How to Hack a

By eweek  |  Posted 2004-06-14 Print this article Print

Keyboard"> You may be thinking, based on the previous sections information about how keyboards work, that it should be possible to substitute arcade controls in place of keyboard buttons. In fact, it is, and many people have done just that. With the low cost of keyboards (sometimes with rebates you can even get them for free) and the high number of inputs available, a keyboard hack sounds ideal. It is possible to successfully use a keyboard hack, but there are several obstacles to overcome first. Because of the potential drawbacks, I strongly recommend reading this section completely before beginning work. There are alternatives available if you decide a keyboard hack is not for you. Caution
Warning! The rest of the discussion on keyboard hacking can prove hazardous to the health of your computer! There is a +5v presence on the encoder board while connected to the computer. If something goes wrong, it is possible to fry the keyboard port on the computer or the motherboard itself. With care this can be avoided. However, if you are concerned, you may wish to skip ahead to the last section in this chapter covering commercial encoders.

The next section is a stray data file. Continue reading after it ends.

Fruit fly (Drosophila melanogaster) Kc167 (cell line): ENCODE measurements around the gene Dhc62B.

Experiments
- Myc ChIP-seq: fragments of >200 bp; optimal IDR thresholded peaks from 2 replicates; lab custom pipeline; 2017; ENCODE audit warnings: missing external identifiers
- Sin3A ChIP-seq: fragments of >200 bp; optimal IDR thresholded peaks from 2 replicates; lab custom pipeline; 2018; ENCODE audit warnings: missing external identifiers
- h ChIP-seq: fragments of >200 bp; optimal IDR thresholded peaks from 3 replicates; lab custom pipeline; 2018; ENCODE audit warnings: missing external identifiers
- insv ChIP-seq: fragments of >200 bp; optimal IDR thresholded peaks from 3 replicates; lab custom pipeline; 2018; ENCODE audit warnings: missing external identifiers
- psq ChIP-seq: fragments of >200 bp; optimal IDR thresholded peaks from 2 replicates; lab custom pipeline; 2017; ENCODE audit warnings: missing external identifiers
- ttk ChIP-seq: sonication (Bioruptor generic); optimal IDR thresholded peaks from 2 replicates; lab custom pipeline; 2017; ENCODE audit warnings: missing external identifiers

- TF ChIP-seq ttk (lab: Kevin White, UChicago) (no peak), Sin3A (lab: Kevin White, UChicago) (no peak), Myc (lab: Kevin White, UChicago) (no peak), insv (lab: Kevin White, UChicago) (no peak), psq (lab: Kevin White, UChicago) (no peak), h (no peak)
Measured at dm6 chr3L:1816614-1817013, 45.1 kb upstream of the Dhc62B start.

Mapping the matrix Your first hurdle will be a time-consuming one. Because every keyboard is different, you will have to manually determine the matrix your keyboard uses. Im assuming youve taken apart your sacrificial keyboard and disconnected the keyboard encoder board from the rest of it. The procedure is simple. First you need a program on your computer that will tell you what keystrokes are being generated. Its easy to tell when letters and numbers are being pressed with any word processor or notepad application. However, those wont tell you if youre pressing the left shift key, right control key, etc. On the download section of the Build Your Own Arcade Controls Web site ( there are several utilities that will do just that. Download one of them and fire it up. On the CD-ROM Ghostkeys 1.1 (by John Dickson) is one of the programs that will tell you what keystroke is being generated, and is included on the companion CD. Start by laying out a grid on a piece of paper matching the X and Y contacts on your keyboard encoder. Next, take a length of wire and strip off ¼ inch from both ends. Hold (or attach with an alligator clamp) one end of the wire to the first X contact. Then, hold the other end of the wire to the first Y contact and observe the keystroke that is generated on the computer. Record it on your grid, and move on to the second Y contact. When youre done with all the X1 combinations, move on to X2 and repeat. Continue until you have the entire matrix laid out. This can be quite time-consuming! After mapping the matrix out, you need to decide which keystrokes youre going to use for your control panel. You need to consider two factors. First, you need to determine what keystrokes are required by the software you decide to use. Many games are programmable—that is, they allow you to choose what keystrokes perform the in-game functions. Some, however, have hard-coded keystrokes for game control and do not allow changing them. For instance, the fire key in a particular game may be the "F" key. Even though all your other games use the left control key to fire, you have to use the "F" in this one. Second, you need to look at how your keyboard encoders matrix is laid out. Certain keystroke combinations will be precluded from use simply due to where they are on the matrix. The next section, Difficulties with keyboard hacks, will cover this. After you map out your keyboard matrix and choose the keystrokes you need, you can begin to wire things up. Take another look at the keyboard encoder from our example in Figure 8-3. The contacts on the edge of the encoder cannot be soldered to, and theres no easy other way to attach your wiring to them. Follow the path of the circuits back a bit to see where they connect up to solder points. That is where you can solder your own wiring to. The best way to proceed is to strip a small amount off both ends of the wire, pre-tin one tip with solder, and solder it to the contact point. Next, take the other end of the wire, crimp a connector on it, and attach it to a wiring block a few inches away, as shown in Figure 8-6. Repeat with the rest of the contacts. It is easiest to solder all the wires first and then attach them to the wiring block. The advantage of doing it this way is that any modifications are done to the wiring block, and not to the wiring between the keyboard encoder and the block. This helps to ensure the wiring to the encoder is not damaged. You dont want to have to re-solder it!


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